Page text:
The polyvalent and alkali metal ion and complex crosslinking compounds are readily soluble in the aqueous medium of the polish composition, especially at a pH in the range 6.5 to 10.5. However, the polish composition containing these compounds dries to form a polish deposit which is essentially insoluble in water but still removable. The polyvalent metal complex may also be added as a solution to the water insoluble film forming polymer latex. This may be accomplished by solubilizing the metal complex in an alkaline solution such as dilute ammonia. Since the ammonia may complex with the polyvalent metal compound, a compound such as cadmium glycinate, when solubilized in an aqueous ammonia solution may be named cadmium ammonia glycinate. Other polyvalent metal complexes described may be similarly named.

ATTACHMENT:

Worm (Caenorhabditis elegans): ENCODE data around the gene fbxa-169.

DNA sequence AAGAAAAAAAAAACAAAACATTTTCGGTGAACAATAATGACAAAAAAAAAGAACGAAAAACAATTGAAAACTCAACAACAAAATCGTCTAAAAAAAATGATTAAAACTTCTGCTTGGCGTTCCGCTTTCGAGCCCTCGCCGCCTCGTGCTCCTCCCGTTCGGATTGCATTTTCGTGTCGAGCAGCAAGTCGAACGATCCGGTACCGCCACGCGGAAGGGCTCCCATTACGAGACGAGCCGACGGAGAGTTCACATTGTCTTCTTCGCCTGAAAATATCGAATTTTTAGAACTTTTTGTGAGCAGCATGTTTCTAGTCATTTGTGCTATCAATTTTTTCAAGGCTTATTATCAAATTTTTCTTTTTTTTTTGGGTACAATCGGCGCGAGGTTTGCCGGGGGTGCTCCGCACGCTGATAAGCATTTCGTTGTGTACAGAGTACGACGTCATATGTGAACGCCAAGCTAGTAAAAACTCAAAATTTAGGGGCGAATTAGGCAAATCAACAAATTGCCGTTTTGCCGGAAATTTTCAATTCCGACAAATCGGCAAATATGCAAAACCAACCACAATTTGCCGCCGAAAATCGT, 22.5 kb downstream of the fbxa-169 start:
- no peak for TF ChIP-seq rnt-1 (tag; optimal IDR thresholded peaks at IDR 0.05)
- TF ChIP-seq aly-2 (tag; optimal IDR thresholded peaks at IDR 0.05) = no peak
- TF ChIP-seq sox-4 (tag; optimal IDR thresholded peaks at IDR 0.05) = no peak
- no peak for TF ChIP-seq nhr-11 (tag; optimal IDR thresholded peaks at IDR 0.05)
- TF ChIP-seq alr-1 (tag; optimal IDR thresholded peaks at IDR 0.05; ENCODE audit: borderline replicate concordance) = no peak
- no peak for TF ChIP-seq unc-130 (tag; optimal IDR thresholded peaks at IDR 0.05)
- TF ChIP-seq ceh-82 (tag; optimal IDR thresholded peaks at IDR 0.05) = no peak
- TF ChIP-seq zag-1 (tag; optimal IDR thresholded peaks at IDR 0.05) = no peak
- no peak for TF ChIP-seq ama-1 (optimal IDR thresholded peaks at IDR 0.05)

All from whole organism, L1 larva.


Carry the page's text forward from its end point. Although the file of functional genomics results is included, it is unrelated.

Although, to be suitable, the polyvalent metal complex must be stable in an alkaline solution, a complex that is too stable is undesirable because dissociation of the metal ion would then be retarded during the film formation of the polish coating.
The floor polish composition should preferably have a minimum film forming temperature (MFT) of less than 100° C. and more preferably less than 80° C.
The polyvalent metal ion and complex crosslinking agent may be incorporated into the polish composition at any stage of its formulation.
Similarly, the basic salt of the alkaline metal may be incorporated with the polyvalent metal ion and complex crosslinking agent at any stage of the polish formulation.
In general, the floor polish compositions of the present invention will comprise the following main components:
a) 10-100 parts by solids weight water insoluble polymer which has been previously or subsequently crosslinked with a polyvalent metal complex and/or alkali metal basic salt;
b) 0-90 parts by solids weight wax emulsion;
c) 0-90 parts by solids weight alkali soluble resin (ASR)
d) 0.01-20 parts by weight of polymer solids wetting, emulsifying and dispersing agents, defoamer, leveling agent; optical brighteners, plasticizers and coalescing solvents, sufficient for polish film formation at application temperature;
e) water, sufficient to make total polish solids 0.5% to 45%, preferably 5% to 30%.
The total of a), b) and c) should be 100.